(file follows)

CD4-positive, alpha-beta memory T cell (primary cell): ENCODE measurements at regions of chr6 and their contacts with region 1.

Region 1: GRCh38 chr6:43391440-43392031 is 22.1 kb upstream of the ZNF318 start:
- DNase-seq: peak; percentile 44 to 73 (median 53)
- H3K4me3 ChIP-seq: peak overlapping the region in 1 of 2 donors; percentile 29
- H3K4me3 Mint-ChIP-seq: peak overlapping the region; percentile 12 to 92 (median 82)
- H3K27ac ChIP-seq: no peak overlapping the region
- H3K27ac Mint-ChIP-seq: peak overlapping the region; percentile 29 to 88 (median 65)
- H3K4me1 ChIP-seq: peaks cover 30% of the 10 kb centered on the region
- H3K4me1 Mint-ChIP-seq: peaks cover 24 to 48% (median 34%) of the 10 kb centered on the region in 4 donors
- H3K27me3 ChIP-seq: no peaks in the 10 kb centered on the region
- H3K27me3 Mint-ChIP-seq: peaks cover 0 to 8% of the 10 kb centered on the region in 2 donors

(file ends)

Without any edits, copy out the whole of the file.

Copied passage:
CD4-positive, alpha-beta memory T cell (primary cell): ENCODE measurements at regions of chr6 and their contacts with region 1.

Region 1: GRCh38 chr6:43391440-43392031 is 22.1 kb upstream of the ZNF318 start:
- DNase-seq: peak; percentile 44 to 73 (median 53)
- H3K4me3 ChIP-seq: peak overlapping the region in 1 of 2 donors; percentile 29
- H3K4me3 Mint-ChIP-seq: peak overlapping the region; percentile 12 to 92 (median 82)
- H3K27ac ChIP-seq: no peak overlapping the region
- H3K27ac Mint-ChIP-seq: peak overlapping the region; percentile 29 to 88 (median 65)
- H3K4me1 ChIP-seq: peaks cover 30% of the 10 kb centered on the region
- H3K4me1 Mint-ChIP-seq: peaks cover 24 to 48% (median 34%) of the 10 kb centered on the region in 4 donors
- H3K27me3 ChIP-seq: no peaks in the 10 kb centered on the region
- H3K27me3 Mint-ChIP-seq: peaks cover 0 to 8% of the 10 kb centered on the region in 2 donors